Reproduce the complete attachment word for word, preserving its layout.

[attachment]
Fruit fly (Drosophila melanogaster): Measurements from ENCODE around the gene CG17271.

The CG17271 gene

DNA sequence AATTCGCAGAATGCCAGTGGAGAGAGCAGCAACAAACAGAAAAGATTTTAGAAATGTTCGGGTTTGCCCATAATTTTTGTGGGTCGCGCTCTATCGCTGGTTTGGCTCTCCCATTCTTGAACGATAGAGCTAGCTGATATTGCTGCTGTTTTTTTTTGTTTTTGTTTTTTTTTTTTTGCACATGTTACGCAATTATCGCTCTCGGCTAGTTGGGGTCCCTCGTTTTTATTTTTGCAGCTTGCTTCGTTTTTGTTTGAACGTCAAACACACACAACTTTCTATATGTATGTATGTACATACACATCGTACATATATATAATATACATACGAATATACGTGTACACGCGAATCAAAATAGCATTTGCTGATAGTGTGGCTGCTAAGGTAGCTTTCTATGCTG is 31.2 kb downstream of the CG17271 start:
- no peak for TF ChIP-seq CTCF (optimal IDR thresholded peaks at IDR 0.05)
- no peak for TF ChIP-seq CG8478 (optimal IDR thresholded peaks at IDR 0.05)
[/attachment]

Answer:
Fruit fly (Drosophila melanogaster): Measurements from ENCODE around the gene CG17271.

The CG17271 gene

DNA sequence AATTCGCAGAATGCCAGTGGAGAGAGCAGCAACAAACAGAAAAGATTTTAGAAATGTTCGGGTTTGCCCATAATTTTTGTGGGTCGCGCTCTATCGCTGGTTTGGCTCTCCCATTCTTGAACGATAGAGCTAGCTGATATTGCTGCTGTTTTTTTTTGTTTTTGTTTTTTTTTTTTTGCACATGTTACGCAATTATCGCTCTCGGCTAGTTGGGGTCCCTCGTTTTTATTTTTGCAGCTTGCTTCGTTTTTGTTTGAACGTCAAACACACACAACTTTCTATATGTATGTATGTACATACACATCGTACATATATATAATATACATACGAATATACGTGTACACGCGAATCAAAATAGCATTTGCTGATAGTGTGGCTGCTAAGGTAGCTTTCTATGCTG is 31.2 kb downstream of the CG17271 start:
- no peak for TF ChIP-seq CTCF (optimal IDR thresholded peaks at IDR 0.05)
- no peak for TF ChIP-seq CG8478 (optimal IDR thresholded peaks at IDR 0.05)